These are angry times. So what better time for Christians to display good manners, courtesy, and respect?
Have you ever felt nervous or guilty about honking your car horn at somebody—even if the driver ahead of you is texting his friends, and doesn't realize the red light has changed to green?
You may be right to feel uncomfortable: In these days of road rage, who knows how the other guy might react.
Which is why I'd love to get a gadget called "The Happy Honk." Attach it to your steering wheel, and when you want to get someone's attention in a nice way, you just press the button. A pleasant Southern voice says, over a loudspeaker, "Ah hate to bother you, but ah think that light just turned green."
At a four-way stop, you can press another message: "You go on ahead, sweetie. Have a good one!"
Even slightly hostile messages are bathed in sweetness: For instance, if someone cuts you off, a message reminds you, "Looks like somebody just learned how to drive today . . . Bless your heart!"
I would love to buy a Happy Honk, but sadly, they only exist as a spoof video. But they do remind us of the need for good manners—not just because we don't want to get killed by other drivers, but also because scripture commands us to treat others with respect.
You might be surprised at how often the Bible discusses this. For example, in Matthew 7:12, we're told to "Do unto others as you would have them do unto you." In other words, we all want others to treat us with respect and courtesy, and we should be sure we treat others that way, too.
In Colossians 4, Paul says "Let your speech always be with grace, as though seasoned with salt, so that you will know how to respond to each person."
In Matthew 5, we're warned against publicly insulting others. Whoever says to his brother, "You fool!" will be in danger of the fires of hell.
And in Galatians 5, we're told we are not to engage in "fits of rage" and provoking one another. Instead, we are to strive for patience, kindness, gentleness, and self-control—in other words, good manners.
These verses make it clear just how serious it is in God's eyes to treat others—people He died for—with insults and discourtesy.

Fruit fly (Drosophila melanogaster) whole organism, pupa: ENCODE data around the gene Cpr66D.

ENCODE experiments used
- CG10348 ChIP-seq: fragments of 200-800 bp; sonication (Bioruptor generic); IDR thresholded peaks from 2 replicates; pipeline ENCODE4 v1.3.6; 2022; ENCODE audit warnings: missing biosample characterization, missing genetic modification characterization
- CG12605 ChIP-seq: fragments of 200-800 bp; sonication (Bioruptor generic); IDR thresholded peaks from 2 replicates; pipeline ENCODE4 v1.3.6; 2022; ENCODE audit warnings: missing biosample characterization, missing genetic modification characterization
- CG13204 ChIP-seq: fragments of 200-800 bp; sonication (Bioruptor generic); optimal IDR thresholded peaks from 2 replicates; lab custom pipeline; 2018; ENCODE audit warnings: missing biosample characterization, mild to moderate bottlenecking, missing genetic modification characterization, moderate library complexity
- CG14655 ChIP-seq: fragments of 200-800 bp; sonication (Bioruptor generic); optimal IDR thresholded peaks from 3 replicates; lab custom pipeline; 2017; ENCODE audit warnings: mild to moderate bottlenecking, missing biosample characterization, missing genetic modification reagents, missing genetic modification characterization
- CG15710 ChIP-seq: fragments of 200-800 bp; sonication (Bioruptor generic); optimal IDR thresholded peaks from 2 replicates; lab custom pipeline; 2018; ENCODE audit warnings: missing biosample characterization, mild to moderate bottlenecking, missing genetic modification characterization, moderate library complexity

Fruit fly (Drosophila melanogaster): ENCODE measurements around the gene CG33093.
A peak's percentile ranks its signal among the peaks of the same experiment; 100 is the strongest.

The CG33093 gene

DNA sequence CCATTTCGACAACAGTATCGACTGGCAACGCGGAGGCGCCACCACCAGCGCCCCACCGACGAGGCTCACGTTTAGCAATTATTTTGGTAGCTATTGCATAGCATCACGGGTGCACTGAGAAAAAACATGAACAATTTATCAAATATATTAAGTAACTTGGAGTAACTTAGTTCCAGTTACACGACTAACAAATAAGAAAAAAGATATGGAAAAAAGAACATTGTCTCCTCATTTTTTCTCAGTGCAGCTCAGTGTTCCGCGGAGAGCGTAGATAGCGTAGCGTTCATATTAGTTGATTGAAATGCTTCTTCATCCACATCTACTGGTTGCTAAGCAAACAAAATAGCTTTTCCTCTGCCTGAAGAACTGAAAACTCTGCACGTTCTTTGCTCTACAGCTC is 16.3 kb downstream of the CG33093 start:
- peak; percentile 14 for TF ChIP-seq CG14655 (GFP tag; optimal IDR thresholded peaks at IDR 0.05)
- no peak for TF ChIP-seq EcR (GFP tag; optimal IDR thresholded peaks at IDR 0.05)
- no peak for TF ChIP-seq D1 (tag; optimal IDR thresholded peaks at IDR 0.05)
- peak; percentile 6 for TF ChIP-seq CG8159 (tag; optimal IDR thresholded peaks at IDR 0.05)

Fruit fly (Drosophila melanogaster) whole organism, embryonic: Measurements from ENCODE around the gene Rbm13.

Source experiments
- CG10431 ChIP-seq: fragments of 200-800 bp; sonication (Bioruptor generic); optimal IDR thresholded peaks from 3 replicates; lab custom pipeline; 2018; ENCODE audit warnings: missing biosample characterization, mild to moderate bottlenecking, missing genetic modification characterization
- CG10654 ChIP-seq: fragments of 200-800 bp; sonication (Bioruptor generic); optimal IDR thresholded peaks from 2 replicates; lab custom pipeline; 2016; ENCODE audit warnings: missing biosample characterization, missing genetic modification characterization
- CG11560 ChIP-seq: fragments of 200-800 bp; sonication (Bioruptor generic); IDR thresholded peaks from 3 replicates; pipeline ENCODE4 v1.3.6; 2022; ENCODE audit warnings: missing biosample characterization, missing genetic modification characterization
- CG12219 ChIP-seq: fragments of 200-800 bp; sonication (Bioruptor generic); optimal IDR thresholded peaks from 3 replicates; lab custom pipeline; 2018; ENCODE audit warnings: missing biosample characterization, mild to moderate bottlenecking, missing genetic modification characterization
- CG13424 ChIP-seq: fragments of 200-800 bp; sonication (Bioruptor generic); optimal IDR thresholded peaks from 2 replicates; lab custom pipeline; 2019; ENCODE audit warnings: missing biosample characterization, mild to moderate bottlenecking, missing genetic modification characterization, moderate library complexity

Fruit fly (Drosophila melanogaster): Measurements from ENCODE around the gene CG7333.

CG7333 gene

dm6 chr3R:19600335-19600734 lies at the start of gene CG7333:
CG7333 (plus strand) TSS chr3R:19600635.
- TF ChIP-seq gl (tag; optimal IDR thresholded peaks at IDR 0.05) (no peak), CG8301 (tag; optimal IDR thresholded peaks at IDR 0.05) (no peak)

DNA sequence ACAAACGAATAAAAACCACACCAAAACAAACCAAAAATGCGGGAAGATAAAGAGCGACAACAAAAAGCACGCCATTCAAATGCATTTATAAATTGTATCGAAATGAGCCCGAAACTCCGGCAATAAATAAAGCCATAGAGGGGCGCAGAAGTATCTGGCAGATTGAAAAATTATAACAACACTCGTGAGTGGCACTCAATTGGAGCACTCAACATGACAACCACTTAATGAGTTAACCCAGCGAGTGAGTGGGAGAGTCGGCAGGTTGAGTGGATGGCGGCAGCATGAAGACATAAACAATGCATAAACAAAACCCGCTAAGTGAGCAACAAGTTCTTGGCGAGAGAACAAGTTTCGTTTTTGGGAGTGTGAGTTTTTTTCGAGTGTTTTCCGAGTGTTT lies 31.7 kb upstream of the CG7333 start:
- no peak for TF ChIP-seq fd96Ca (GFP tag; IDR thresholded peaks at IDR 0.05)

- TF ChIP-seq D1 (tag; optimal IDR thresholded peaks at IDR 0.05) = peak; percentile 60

Good manners are also important when we serve others. In the book of Ruth, we read of Boaz inviting Ruth—a stranger—to share a meal with him. He personally served her, and when she returned to the fields, Boaz ordered his servants not to insult or humiliate her.
We are even told to extend kindness and courtesy to our enemies, just as God does. In Luke 6, Jesus says we should love our enemies and bless those who curse us, for God Himself "is kind to ungrateful and evil men."
The need to treat people with courtesy is not always respected today; I can think of a number of celebrities who are known almost as much for their ugly behavior as for their acting chops. But we should remind ourselves, and our kids, that we should exhibit courtesy and respect toward all, even if they do not extend courtesy toward us.
I wish The Happy Honk really did exist: I live in New York City, land of nonstop honking. And yes, I'm sometimes tempted to honk back when someone blares his horn at me. But I try to set a good example for my family, and remember what Scripture teaches about the need to treat others with respect. Plus, to paraphrase Proverbs 15, a gentle answer turns away wrath. But a harsh word—or a loud and obnoxious honk—stirs up anger.
Which reminds me: Please come to BreakPoint.org/free for a free chapter from pro-life apologist Stephanie Gray's book "Love Unleashes Life." She makes the case for life so powerfully precisely because she respects—and loves—all lives. Again, that's at BreakPoint.org/free.